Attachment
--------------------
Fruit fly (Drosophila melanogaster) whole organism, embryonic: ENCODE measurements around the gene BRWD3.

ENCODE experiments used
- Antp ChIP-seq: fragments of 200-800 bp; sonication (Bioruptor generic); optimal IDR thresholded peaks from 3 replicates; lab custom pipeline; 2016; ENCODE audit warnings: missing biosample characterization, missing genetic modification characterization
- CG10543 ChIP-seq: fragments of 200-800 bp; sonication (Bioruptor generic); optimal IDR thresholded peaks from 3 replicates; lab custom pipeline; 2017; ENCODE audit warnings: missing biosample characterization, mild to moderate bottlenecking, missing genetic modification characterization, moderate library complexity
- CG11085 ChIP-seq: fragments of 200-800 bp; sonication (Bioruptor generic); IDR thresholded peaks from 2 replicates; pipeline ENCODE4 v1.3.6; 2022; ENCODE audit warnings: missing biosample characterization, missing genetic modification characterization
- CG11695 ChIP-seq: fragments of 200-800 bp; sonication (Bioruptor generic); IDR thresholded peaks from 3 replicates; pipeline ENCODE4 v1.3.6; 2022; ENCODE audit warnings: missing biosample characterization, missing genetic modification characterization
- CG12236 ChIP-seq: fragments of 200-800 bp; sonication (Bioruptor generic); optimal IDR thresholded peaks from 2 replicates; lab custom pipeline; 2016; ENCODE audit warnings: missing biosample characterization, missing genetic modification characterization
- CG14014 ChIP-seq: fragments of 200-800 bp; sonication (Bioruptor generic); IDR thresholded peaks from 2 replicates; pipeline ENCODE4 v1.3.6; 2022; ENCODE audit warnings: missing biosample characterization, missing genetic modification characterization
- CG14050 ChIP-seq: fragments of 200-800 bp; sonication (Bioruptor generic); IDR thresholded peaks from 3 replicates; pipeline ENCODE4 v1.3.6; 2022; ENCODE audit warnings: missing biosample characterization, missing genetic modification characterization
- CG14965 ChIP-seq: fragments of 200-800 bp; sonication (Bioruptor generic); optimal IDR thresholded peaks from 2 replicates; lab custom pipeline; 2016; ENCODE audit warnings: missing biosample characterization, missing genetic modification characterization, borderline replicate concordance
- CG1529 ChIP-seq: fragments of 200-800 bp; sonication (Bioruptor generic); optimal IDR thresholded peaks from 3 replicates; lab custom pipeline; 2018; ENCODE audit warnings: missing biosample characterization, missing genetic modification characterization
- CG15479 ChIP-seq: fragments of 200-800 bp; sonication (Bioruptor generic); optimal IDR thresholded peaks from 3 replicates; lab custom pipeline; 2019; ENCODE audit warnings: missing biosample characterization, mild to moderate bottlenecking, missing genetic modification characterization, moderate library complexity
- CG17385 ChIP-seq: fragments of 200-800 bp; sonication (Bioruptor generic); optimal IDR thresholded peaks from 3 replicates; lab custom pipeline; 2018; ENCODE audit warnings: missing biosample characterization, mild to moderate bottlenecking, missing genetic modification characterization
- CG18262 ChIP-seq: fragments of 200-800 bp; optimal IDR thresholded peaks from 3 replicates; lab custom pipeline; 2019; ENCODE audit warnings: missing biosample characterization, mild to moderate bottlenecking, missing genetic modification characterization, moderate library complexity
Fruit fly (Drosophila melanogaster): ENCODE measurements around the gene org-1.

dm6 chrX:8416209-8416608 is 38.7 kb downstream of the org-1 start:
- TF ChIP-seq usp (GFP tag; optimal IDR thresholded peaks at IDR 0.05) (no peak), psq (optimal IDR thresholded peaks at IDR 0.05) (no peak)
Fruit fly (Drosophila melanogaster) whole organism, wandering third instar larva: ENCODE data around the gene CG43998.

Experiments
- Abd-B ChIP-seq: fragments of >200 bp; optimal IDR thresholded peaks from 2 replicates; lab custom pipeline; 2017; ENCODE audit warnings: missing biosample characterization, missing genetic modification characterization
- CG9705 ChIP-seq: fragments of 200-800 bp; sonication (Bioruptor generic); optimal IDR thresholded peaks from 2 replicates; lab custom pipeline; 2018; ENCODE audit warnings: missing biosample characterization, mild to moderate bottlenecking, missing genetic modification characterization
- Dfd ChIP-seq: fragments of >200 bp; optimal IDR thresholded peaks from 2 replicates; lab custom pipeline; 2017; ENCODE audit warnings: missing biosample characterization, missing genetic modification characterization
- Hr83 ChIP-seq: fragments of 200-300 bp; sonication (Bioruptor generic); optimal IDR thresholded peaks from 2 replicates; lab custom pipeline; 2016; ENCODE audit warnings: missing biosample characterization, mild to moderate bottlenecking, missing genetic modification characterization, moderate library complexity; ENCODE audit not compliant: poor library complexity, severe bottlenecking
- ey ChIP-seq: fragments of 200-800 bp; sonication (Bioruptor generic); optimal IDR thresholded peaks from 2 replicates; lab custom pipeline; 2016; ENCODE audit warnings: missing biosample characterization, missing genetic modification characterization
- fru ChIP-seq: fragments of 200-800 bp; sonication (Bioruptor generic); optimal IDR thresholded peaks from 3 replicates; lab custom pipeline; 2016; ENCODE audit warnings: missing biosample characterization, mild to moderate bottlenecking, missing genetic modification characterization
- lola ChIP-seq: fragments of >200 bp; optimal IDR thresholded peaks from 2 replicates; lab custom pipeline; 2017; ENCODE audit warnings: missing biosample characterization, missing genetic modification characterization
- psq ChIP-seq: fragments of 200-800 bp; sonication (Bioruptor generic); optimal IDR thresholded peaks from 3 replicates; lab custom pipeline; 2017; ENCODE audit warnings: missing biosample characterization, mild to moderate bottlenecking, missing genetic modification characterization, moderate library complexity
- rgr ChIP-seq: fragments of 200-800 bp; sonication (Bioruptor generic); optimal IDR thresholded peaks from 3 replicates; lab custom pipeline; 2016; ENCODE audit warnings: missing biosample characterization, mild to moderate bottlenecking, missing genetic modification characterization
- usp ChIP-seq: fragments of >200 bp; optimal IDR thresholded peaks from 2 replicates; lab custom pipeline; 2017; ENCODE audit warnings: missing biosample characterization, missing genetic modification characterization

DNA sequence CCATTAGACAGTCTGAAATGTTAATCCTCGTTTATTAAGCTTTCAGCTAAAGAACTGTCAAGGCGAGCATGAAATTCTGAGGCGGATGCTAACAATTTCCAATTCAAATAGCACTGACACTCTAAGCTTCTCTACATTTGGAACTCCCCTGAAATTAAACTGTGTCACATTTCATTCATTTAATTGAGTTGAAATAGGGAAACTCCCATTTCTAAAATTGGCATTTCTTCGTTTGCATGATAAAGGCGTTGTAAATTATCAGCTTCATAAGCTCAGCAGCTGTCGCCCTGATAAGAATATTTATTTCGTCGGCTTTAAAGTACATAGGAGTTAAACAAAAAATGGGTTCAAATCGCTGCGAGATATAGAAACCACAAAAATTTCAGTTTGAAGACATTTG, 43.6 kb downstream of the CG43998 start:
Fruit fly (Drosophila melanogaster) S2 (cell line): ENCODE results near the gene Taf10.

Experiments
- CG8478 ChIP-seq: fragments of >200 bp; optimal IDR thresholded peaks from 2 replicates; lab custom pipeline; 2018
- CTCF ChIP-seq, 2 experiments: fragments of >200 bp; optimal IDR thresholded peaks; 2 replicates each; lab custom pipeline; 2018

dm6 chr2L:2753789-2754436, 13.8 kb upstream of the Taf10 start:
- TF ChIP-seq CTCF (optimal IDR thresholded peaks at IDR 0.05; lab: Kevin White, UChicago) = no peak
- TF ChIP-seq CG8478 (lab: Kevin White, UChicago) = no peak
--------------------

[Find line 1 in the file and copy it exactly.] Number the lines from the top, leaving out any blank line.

Fruit fly (Drosophila melanogaster) whole organism, embryonic: ENCODE measurements around the gene BRWD3.